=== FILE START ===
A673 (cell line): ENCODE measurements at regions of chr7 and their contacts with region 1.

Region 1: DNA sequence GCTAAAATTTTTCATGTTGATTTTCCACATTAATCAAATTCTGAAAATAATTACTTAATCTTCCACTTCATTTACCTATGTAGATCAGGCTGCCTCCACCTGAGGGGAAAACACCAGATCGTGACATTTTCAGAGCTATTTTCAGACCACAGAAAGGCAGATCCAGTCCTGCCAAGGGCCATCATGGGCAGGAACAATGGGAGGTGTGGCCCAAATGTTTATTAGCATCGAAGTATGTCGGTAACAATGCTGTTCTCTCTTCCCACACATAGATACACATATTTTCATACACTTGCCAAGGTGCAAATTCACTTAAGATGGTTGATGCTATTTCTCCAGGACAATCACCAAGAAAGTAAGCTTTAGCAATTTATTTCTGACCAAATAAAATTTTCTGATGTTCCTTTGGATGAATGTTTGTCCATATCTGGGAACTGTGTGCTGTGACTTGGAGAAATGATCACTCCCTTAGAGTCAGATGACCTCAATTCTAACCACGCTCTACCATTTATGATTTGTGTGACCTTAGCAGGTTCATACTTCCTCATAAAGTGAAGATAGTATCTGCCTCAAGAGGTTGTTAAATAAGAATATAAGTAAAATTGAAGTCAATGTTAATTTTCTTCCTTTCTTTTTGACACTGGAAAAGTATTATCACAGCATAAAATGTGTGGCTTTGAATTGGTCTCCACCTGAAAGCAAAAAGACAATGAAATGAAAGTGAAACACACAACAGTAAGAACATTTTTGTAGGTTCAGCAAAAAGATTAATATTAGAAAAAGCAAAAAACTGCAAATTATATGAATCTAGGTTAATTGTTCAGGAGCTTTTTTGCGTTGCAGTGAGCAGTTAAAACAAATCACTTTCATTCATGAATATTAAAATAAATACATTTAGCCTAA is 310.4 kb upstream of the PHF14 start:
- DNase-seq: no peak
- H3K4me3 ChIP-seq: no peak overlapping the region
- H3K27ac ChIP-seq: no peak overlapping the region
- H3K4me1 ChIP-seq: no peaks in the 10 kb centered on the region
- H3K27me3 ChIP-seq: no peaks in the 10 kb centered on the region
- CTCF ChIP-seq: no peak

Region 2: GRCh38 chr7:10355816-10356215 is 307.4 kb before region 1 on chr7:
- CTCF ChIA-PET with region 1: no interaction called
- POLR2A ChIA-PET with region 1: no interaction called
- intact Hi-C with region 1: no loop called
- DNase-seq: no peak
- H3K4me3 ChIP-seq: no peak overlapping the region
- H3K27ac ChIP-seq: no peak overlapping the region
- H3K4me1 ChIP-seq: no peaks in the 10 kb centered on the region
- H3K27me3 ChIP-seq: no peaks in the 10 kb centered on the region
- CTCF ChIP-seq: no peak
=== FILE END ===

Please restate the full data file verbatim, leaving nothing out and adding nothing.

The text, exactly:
A673 (cell line): ENCODE measurements at regions of chr7 and their contacts with region 1.

Region 1: DNA sequence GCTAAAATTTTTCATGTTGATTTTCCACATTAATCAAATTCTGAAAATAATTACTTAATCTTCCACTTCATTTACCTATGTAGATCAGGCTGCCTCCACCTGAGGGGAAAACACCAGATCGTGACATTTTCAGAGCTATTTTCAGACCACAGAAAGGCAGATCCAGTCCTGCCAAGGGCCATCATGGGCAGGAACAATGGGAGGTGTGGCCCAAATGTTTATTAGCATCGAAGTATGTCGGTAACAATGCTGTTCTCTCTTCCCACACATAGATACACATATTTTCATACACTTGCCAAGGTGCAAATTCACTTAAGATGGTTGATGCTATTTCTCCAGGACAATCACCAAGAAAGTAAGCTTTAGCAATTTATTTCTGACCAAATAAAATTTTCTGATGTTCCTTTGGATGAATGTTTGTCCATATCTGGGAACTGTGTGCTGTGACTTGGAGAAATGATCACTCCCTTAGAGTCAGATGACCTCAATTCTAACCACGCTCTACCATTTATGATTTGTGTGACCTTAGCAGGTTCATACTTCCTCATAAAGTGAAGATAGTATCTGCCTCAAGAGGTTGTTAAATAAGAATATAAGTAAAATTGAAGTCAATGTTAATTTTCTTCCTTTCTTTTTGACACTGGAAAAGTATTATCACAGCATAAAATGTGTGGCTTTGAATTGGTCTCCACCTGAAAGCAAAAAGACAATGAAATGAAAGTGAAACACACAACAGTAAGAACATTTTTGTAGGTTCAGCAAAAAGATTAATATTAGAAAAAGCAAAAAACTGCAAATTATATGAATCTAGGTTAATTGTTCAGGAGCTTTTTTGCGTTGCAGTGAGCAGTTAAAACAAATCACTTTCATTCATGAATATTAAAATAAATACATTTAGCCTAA is 310.4 kb upstream of the PHF14 start:
- DNase-seq: no peak
- H3K4me3 ChIP-seq: no peak overlapping the region
- H3K27ac ChIP-seq: no peak overlapping the region
- H3K4me1 ChIP-seq: no peaks in the 10 kb centered on the region
- H3K27me3 ChIP-seq: no peaks in the 10 kb centered on the region
- CTCF ChIP-seq: no peak

Region 2: GRCh38 chr7:10355816-10356215 is 307.4 kb before region 1 on chr7:
- CTCF ChIA-PET with region 1: no interaction called
- POLR2A ChIA-PET with region 1: no interaction called
- intact Hi-C with region 1: no loop called
- DNase-seq: no peak
- H3K4me3 ChIP-seq: no peak overlapping the region
- H3K27ac ChIP-seq: no peak overlapping the region
- H3K4me1 ChIP-seq: no peaks in the 10 kb centered on the region
- H3K27me3 ChIP-seq: no peaks in the 10 kb centered on the region
- CTCF ChIP-seq: no peak